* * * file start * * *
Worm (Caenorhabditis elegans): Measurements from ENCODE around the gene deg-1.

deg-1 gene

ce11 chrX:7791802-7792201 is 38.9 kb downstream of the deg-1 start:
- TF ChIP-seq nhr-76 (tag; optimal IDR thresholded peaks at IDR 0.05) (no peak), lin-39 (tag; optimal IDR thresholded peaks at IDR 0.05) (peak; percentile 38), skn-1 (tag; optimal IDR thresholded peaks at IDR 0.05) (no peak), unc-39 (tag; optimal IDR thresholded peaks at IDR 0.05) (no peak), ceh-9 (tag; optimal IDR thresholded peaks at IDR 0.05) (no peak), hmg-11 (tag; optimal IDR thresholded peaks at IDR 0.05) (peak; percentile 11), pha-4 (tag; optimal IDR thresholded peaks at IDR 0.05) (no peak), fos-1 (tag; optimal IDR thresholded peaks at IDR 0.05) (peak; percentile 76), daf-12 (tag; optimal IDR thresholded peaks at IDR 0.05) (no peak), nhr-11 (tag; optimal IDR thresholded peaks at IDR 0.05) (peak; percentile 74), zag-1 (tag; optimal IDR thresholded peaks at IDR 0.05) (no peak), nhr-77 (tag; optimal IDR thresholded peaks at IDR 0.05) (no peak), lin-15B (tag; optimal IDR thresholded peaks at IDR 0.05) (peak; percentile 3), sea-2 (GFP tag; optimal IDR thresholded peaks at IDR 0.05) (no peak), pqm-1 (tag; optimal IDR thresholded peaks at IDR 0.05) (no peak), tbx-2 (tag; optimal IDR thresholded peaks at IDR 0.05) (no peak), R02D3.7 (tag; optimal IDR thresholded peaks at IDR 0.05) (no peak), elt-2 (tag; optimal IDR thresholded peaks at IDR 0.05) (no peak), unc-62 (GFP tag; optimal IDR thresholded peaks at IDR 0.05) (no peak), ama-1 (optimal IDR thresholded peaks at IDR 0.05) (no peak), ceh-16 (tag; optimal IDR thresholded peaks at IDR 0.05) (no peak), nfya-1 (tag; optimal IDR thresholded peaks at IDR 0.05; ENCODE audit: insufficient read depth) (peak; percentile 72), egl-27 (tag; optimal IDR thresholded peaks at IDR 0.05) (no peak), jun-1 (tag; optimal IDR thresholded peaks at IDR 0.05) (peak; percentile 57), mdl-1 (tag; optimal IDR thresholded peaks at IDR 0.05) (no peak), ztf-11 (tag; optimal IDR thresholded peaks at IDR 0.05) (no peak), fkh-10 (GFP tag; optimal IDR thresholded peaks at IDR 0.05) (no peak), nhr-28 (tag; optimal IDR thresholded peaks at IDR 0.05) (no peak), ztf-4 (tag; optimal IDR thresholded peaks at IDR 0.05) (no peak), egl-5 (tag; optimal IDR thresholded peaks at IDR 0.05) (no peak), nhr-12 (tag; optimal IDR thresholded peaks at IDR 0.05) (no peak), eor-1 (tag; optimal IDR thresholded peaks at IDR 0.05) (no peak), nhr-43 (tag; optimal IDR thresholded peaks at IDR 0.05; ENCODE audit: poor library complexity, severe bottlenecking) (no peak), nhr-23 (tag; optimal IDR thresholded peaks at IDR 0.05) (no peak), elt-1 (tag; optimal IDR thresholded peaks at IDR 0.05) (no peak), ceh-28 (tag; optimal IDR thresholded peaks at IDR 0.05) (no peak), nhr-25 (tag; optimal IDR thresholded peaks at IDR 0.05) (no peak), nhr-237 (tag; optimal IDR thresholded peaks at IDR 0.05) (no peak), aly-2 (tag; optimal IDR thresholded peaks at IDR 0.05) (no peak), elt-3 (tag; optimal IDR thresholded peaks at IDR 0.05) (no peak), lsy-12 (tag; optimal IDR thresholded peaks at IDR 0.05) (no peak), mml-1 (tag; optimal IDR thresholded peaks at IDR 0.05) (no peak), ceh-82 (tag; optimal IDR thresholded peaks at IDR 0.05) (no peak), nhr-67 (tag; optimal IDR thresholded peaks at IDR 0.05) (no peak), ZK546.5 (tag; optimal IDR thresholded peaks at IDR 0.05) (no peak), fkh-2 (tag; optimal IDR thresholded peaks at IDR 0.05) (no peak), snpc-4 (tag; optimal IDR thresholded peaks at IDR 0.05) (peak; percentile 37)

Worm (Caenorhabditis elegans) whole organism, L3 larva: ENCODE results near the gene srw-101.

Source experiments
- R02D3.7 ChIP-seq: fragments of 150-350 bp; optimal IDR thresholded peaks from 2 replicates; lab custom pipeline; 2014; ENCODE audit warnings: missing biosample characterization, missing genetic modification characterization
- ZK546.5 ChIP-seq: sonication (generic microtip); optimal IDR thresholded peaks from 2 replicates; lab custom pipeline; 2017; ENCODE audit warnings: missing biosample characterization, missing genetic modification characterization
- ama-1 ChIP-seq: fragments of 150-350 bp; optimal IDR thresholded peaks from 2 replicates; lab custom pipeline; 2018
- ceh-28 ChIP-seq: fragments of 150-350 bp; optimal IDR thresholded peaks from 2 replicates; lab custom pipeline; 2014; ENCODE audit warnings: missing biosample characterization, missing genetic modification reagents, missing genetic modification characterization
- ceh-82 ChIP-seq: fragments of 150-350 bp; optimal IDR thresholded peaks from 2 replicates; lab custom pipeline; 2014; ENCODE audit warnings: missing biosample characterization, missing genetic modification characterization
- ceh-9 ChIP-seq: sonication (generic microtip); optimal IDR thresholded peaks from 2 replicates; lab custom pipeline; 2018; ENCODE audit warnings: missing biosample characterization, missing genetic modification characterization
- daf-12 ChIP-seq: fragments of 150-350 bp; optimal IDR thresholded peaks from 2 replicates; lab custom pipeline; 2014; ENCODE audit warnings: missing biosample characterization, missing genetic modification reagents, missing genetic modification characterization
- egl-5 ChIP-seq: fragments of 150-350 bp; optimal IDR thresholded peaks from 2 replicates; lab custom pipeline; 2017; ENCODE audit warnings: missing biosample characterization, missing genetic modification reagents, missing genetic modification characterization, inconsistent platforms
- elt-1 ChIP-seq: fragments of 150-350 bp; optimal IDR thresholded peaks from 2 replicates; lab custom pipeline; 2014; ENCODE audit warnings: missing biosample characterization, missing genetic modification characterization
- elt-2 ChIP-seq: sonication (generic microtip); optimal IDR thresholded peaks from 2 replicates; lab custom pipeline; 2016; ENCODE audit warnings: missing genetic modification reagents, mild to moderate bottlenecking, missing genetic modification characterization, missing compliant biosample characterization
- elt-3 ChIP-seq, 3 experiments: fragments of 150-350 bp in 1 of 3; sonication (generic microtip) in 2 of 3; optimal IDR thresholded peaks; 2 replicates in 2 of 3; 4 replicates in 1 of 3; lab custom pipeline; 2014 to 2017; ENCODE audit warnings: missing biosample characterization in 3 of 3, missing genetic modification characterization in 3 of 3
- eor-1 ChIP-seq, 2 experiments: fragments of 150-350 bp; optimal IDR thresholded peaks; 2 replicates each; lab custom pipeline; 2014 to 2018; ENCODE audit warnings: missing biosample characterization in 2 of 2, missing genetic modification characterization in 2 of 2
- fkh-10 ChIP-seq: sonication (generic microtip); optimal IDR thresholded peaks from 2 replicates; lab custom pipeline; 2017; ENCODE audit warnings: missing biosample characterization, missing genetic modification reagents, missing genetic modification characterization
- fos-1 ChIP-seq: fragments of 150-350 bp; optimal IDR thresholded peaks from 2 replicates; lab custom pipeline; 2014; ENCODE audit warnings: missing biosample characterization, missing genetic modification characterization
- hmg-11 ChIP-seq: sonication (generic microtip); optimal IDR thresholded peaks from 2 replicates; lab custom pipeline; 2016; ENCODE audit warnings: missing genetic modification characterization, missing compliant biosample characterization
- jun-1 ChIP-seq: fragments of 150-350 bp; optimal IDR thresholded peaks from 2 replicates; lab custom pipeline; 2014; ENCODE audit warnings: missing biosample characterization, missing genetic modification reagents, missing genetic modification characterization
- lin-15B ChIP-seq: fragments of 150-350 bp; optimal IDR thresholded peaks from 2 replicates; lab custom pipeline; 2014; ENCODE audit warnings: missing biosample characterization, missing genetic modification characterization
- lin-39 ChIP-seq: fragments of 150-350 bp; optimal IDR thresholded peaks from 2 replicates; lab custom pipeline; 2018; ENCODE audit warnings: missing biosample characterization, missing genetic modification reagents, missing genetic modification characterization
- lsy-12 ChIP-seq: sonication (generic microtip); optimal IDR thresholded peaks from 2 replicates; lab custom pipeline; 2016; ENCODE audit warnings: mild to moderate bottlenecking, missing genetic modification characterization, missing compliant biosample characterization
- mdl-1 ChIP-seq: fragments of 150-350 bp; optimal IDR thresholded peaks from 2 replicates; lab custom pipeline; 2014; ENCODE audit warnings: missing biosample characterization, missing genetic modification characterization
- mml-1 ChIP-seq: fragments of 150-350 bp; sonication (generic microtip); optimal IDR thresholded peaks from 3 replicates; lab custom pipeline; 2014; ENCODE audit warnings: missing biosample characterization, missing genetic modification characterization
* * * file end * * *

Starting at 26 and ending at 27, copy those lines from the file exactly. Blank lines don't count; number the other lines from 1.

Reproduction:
- mdl-1 ChIP-seq: fragments of 150-350 bp; optimal IDR thresholded peaks from 2 replicates; lab custom pipeline; 2014; ENCODE audit warnings: missing biosample characterization, missing genetic modification characterization
- mml-1 ChIP-seq: fragments of 150-350 bp; sonication (generic microtip); optimal IDR thresholded peaks from 3 replicates; lab custom pipeline; 2014; ENCODE audit warnings: missing biosample characterization, missing genetic modification characterization